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by jbeale » Thu Sep 17, 2015 10:49 pm
Really impressive project, and results! Is there a picture that shows the construction of the pendulum and sensor part? I'm not sure if that's what's at the left hand side of the photo of the Pi, or not?
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by BudBennett » Thu Sep 17, 2015 11:12 pm
Here are a few photos of the seismometer, hinge and sensor. I think you can tell how it is put together from these.
Working prototype
WorkingPrototype-s.jpg (33.92 KiB) Viewed 2431 times

Hinge-s.jpg (19.65 KiB) Viewed 2431 times

Sensor view
SideViewOfSensor-s.jpg (26.11 KiB) Viewed 2431 times

I built two hinge types: the hinge shown uses blister pack plastic as the flex material. I had tried strips of aluminum (aluminium?) from a soft drink can, but they deformed; I also tried .008 inch piano wire but it would not restrict movement laterally. The plastic is "springy" and should not add much friction. The other hinge uses two tips from ball point pens inserted into dimples in an aluminum plate: very low friction, but it is a bit skittish if the pen tips don't align perfectly with the dimples.

The sensor is three plates of single- and double-sided FR4 with the copper foil removed by hand to make the proper sensor geometry. The middle plate attached to the beam just slides between the two outer plates to vary the capacitance with the area of the plate overlap. If I had it to do over again (and I probably will) I would have the outer plates fabricated as printed circuit boards.

The mass is just a tomato paste can filled with lead fishing weights. The base and post are cherry plywood that I happened to have laying about. The beam is an aluminum edge channel for 3/4" plywood that you can purchase at Lowes for about $10.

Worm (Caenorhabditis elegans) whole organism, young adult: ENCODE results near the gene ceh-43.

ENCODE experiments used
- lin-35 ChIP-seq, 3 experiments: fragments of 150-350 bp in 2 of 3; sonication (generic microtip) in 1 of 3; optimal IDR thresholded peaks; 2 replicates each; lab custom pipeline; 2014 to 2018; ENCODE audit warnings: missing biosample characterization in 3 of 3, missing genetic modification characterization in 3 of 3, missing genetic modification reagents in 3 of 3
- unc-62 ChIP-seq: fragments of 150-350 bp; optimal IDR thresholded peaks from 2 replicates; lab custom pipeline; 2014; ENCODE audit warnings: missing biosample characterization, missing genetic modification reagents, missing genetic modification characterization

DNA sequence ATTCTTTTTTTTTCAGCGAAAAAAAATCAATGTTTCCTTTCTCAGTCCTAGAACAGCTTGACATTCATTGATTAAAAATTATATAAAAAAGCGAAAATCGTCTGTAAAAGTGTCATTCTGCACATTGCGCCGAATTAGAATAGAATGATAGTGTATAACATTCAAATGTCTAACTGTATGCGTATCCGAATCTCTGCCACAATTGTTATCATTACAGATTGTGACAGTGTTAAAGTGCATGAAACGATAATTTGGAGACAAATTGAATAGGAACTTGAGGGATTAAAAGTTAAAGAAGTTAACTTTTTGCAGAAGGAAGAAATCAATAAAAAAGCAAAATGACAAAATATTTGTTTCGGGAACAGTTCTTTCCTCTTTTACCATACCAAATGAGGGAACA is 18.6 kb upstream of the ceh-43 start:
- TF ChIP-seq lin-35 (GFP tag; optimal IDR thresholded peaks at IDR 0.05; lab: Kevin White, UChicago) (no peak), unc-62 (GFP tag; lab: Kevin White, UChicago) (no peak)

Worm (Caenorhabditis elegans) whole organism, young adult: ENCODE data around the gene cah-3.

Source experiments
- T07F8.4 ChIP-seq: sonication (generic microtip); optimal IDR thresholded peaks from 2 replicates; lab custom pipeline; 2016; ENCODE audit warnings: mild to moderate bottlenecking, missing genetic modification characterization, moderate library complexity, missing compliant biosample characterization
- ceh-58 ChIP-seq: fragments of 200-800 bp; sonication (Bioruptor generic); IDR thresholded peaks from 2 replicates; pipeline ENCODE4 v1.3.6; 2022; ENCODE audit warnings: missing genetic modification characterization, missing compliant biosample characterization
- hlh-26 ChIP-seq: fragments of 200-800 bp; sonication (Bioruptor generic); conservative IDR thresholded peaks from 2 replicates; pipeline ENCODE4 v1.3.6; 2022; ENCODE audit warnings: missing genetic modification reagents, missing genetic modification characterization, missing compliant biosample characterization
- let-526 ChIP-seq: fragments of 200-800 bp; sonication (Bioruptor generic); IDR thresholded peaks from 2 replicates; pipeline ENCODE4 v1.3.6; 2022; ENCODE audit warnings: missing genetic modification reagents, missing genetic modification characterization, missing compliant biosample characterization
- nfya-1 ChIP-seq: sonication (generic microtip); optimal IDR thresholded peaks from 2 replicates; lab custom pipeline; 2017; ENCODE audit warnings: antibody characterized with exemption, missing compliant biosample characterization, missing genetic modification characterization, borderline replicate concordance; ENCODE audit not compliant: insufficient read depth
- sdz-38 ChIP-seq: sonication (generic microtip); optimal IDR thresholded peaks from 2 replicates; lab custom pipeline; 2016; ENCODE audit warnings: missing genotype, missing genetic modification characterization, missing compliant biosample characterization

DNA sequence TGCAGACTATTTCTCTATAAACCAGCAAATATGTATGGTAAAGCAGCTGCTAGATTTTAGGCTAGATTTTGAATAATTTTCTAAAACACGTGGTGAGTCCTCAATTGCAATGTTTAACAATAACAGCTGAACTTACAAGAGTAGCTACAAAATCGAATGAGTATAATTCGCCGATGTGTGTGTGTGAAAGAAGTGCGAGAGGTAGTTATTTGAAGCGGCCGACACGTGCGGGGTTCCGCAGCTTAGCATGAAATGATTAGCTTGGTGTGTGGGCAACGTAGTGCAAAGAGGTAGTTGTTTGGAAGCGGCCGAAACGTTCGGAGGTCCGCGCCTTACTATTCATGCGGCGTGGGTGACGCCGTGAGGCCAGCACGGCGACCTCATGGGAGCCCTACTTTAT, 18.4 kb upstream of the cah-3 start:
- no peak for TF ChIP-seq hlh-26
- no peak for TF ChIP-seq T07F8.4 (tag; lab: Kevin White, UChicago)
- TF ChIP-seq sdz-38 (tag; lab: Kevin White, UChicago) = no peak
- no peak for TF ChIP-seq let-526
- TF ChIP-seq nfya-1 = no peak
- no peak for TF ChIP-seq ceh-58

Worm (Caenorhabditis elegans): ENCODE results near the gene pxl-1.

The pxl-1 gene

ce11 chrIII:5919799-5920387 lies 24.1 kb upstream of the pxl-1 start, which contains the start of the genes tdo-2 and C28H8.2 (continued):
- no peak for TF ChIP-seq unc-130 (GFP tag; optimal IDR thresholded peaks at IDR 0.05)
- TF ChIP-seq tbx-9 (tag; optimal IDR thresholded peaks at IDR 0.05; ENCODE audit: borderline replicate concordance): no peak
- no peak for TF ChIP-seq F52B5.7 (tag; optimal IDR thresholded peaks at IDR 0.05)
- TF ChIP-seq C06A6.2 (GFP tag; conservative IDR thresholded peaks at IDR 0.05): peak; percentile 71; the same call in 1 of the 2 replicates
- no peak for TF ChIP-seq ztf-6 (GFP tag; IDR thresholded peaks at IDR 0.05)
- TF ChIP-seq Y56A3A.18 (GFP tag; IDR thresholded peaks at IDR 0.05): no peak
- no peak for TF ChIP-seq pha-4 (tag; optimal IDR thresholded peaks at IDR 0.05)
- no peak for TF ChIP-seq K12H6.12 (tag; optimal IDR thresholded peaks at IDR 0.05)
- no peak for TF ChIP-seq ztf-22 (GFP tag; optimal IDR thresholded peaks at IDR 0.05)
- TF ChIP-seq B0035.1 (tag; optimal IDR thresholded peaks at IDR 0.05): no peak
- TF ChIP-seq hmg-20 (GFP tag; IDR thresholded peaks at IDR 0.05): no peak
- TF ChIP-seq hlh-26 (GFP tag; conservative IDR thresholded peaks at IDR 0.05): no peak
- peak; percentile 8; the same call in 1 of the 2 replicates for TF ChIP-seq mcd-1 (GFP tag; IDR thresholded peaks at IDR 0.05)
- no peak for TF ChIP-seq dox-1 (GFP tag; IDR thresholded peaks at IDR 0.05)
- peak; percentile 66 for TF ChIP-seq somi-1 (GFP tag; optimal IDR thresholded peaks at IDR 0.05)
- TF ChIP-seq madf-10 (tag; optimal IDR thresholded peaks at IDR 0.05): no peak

The most expensive piece is the four magnets that form the eddy current damping mechanism - $30.
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by jbeale » Fri Sep 18, 2015 4:59 am
Great stuff! all seems very straightforward to construct. It is surprising that a plastic hinge works the best. It is amazing that you can get down into the nanometer region with these homebuilt sensors. The ballpoint-pen pivot is a great idea, maybe it just needs a larger V groove to sit in, to be more stable? If you want to try to reduce the cost, I made a pendulum damper with a magnet assembly from an old 5-1/4" hard drive, which worked OK; there's a photo of it here: http://dangerousprototypes.com/forum/vi ... =56&t=7380 This was from my junk box but you can sometimes find these old hard drives cheap/free.
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by BudBennett » Fri Sep 18, 2015 2:59 pm
I can't claim the ball point hinge as mine. Dr. Peters suggested it a while ago and I thought that I'd try it. Here's a detail of the hinge:
ballpoint hinge detail
ballpointHinge-s.jpg (52.47 KiB) Viewed 2307 times

I used two "free" pens from the local bank. Ripped the ink tubes of of the tips and epoxied them into a modified U-channel piece. The two hinges must be interchangeable since I only wanted to make one seismometer.

The problem with the pen tips resting in the two dimples is that a minuscule misalignment causes the hinge to jitter because one of the pen tips is not sitting at the bottom of the dimple. Perhaps a better alignment method would be to create a v-groove the length of the aluminum plate and center punch a spot where you want one side of the hinge to register. Then the registered ball point stays put while the unregistered ball point tip slides along the groove - keeping the hinge aligned.

I can probably do this with a table saw, but the thought of running a piece of aluminum across a carbide toothed saw blade is truly scary.